Mechanical failure represent a minority of bicycle accidents; however, they do happen, and are preventable. Protect yourself as a bicyclist by knowing your machine and what you can do in case of something goes wrong.
One of the most common mechanical failures is tire blowout. Just as a car or motorcycle tire can blowout, a bike’s tire can, too. Make sure you
- check the tire pressure once a month – low tire pressure is likely to lead to blowouts
- get your tires regularly inspected
- change worn-out tires and examine them after any potential damage (hitting a nail in the road, etc.)
Should your tire pop while riding your bike, be sure to keep a level head and not panic. Gently steer your bike out of traffic.
The crank is the lever connecting the pedal to the bicycle frame. If the crank breaks, the rider can be injured by brushing up against it, or losing control of the bike and crashing. Cranks can break due to undue pressure or metal weakness. Don’t forget to check the cranks when you give your bike a once-over, because it will be difficult to fix mid-ride. Look for cracks near the base of the crank – you don’t want to ride home one-pedaled!
Especially after a crash, you’ll need to check the rear derailleur to make sure its hanger isn’t bent. If you shift into the rear spokes (and broken hangers could lead you to do just that), you could damage the entire rear of your bike. If you don’t have a derailleur hanger tool, a bike shop is likely to have one.
If you feel a hesitation shifting into harder gears and hear a click, that could be a sign that your derailleur is bent. You don’t want it to get entangled into your spokes, so get your bike checked out right away if that happens.
A chain breaking when you’re in heavy traffic is one of the scariest things that can happen to a bicyclist. Prevent it and keep your chains happy by
- keeping them well-oiled
- keeping a spare
- easing off pedaling while shifting – you don’t want to hear a “crunching” sound
- keep those derailleurs properly aligned
- let your bike get fully into gear before you stomp on the chain
Broken chains are rare. However, when a chain does break, it can lead to a fatal accident. In November 2011, 33-year-old Schuyler Vassen of Tennessee was sent flying over the handlebars into the curb when the chain on his bike broke. He did not survive the accident.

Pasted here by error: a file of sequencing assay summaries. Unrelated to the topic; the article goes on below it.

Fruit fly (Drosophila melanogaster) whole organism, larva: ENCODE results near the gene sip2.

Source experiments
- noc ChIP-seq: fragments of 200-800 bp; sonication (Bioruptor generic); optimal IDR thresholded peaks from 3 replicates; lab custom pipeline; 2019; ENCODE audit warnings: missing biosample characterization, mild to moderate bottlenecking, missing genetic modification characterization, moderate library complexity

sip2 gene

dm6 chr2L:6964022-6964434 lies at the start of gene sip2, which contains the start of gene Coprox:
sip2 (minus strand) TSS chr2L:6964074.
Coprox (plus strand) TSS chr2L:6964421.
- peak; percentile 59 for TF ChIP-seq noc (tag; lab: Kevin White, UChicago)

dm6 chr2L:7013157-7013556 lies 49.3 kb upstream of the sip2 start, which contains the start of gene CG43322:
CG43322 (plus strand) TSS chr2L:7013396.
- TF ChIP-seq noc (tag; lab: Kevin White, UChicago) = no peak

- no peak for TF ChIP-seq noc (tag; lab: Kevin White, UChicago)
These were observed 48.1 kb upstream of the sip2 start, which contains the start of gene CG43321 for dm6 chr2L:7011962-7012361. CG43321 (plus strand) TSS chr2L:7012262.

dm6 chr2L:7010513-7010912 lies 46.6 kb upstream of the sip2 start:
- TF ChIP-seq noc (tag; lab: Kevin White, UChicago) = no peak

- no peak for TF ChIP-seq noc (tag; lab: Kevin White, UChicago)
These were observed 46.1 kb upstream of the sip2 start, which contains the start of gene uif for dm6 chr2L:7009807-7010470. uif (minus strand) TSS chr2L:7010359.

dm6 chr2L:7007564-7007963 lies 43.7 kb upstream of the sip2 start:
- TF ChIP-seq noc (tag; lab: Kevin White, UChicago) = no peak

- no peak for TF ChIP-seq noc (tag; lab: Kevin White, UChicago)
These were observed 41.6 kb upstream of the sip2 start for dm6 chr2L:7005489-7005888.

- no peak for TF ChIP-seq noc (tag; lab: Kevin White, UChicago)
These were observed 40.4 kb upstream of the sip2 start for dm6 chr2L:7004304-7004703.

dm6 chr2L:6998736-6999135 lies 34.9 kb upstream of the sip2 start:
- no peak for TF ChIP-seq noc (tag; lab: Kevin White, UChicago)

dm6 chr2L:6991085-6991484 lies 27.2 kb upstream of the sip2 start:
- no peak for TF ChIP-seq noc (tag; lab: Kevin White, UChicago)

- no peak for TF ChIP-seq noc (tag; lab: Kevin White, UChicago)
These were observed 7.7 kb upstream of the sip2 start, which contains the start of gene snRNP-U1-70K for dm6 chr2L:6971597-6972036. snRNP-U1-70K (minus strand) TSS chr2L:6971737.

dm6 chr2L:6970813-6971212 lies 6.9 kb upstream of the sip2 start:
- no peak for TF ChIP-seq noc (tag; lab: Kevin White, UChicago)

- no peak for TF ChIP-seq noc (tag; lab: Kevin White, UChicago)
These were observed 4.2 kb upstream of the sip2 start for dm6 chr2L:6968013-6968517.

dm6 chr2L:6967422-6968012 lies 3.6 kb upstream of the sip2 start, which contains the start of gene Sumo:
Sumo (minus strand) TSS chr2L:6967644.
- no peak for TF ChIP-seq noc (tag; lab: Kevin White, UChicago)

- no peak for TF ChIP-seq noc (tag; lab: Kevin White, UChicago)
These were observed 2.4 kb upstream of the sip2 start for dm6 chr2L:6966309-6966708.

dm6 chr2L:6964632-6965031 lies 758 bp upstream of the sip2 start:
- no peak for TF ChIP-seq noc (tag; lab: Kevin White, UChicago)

Gary Lanoue, an avid 58-year-old cyclist from Attleboro, Massachusetts died in a crash in April 2012. He had been training for his fifteenth year in a charity bicycle race held in Rhosde Island. Police believe that there was a structural weakness in the fork, the part of the frame that holds the front wheel. The fork became detached from the rest of the bicycle. Cervelo, the manufacturer of his bike frame, had issued a recall on the Wolf SL, a fork unit on the model of bike Lanoue was riding. Faulty forks can lead to sudden, catastrophic failures, and serious bike riders often train at speeds in excess of 25 mph, which in this case, led to Lanoue’s tragic death. It is important to stay ever-vigilant about any total or partial recalls for the make and model of the bike you ride; although this can be daunting, a good bike shop should be able to keep you informed.
Preserve the Evidence
Serious crashes due to mechanical failure are thankfully rare, and much less common than those due to operator error or collisions with a motor vehicle. However, should you suddenly find yourself without a chain, seat, fork, or crank, preserve the evidence – this is your best bet of getting a defective products claim set in motion. Bicycle manufacturing companies know that their products can fail, hence the recalls. If you suspect that you have experienced a bicycle accident due to mechanical error, don’t hesitate to call Christensen & Hymas, Utah’s Bicycle Lawyers or send for a FREE bike accident book. Christensen & Hymas are firm supporters of the cycling community in Utah.